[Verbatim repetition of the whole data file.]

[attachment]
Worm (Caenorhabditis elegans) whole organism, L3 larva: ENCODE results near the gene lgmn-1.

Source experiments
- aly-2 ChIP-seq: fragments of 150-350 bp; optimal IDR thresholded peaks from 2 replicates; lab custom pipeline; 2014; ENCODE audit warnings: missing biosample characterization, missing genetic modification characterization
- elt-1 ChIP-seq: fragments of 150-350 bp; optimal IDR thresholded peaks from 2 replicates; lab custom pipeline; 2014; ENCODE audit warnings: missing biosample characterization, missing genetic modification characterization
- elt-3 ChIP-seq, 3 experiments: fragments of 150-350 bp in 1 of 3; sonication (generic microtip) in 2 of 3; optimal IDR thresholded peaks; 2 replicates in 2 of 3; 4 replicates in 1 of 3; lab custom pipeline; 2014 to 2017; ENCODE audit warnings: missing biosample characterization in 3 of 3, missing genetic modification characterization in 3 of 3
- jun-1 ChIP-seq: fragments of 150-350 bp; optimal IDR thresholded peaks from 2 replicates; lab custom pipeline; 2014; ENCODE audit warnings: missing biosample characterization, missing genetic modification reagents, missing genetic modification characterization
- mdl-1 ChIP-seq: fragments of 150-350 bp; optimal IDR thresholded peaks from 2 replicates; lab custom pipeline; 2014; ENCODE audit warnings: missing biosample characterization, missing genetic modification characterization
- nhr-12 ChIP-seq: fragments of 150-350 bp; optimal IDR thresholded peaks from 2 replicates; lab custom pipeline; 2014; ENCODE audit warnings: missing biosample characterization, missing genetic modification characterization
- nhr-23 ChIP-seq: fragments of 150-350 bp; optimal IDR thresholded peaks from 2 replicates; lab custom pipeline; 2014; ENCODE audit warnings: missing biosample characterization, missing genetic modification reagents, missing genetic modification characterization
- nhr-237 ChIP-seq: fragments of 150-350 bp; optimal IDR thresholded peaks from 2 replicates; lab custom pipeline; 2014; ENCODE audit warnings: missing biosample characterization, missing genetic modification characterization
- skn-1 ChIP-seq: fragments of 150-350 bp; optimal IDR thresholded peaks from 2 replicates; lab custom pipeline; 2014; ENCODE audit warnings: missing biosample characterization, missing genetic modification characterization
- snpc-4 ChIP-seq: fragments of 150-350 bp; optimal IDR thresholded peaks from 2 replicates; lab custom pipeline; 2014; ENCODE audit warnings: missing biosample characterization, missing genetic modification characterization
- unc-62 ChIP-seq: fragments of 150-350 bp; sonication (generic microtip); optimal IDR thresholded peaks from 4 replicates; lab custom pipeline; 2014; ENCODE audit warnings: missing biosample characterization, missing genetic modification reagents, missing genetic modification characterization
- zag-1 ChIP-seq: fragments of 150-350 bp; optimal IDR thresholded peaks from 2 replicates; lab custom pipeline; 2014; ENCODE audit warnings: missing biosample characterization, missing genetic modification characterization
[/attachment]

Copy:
Worm (Caenorhabditis elegans) whole organism, L3 larva: ENCODE results near the gene lgmn-1.

Source experiments
- aly-2 ChIP-seq: fragments of 150-350 bp; optimal IDR thresholded peaks from 2 replicates; lab custom pipeline; 2014; ENCODE audit warnings: missing biosample characterization, missing genetic modification characterization
- elt-1 ChIP-seq: fragments of 150-350 bp; optimal IDR thresholded peaks from 2 replicates; lab custom pipeline; 2014; ENCODE audit warnings: missing biosample characterization, missing genetic modification characterization
- elt-3 ChIP-seq, 3 experiments: fragments of 150-350 bp in 1 of 3; sonication (generic microtip) in 2 of 3; optimal IDR thresholded peaks; 2 replicates in 2 of 3; 4 replicates in 1 of 3; lab custom pipeline; 2014 to 2017; ENCODE audit warnings: missing biosample characterization in 3 of 3, missing genetic modification characterization in 3 of 3
- jun-1 ChIP-seq: fragments of 150-350 bp; optimal IDR thresholded peaks from 2 replicates; lab custom pipeline; 2014; ENCODE audit warnings: missing biosample characterization, missing genetic modification reagents, missing genetic modification characterization
- mdl-1 ChIP-seq: fragments of 150-350 bp; optimal IDR thresholded peaks from 2 replicates; lab custom pipeline; 2014; ENCODE audit warnings: missing biosample characterization, missing genetic modification characterization
- nhr-12 ChIP-seq: fragments of 150-350 bp; optimal IDR thresholded peaks from 2 replicates; lab custom pipeline; 2014; ENCODE audit warnings: missing biosample characterization, missing genetic modification characterization
- nhr-23 ChIP-seq: fragments of 150-350 bp; optimal IDR thresholded peaks from 2 replicates; lab custom pipeline; 2014; ENCODE audit warnings: missing biosample characterization, missing genetic modification reagents, missing genetic modification characterization
- nhr-237 ChIP-seq: fragments of 150-350 bp; optimal IDR thresholded peaks from 2 replicates; lab custom pipeline; 2014; ENCODE audit warnings: missing biosample characterization, missing genetic modification characterization
- skn-1 ChIP-seq: fragments of 150-350 bp; optimal IDR thresholded peaks from 2 replicates; lab custom pipeline; 2014; ENCODE audit warnings: missing biosample characterization, missing genetic modification characterization
- snpc-4 ChIP-seq: fragments of 150-350 bp; optimal IDR thresholded peaks from 2 replicates; lab custom pipeline; 2014; ENCODE audit warnings: missing biosample characterization, missing genetic modification characterization
- unc-62 ChIP-seq: fragments of 150-350 bp; sonication (generic microtip); optimal IDR thresholded peaks from 4 replicates; lab custom pipeline; 2014; ENCODE audit warnings: missing biosample characterization, missing genetic modification reagents, missing genetic modification characterization
- zag-1 ChIP-seq: fragments of 150-350 bp; optimal IDR thresholded peaks from 2 replicates; lab custom pipeline; 2014; ENCODE audit warnings: missing biosample characterization, missing genetic modification characterization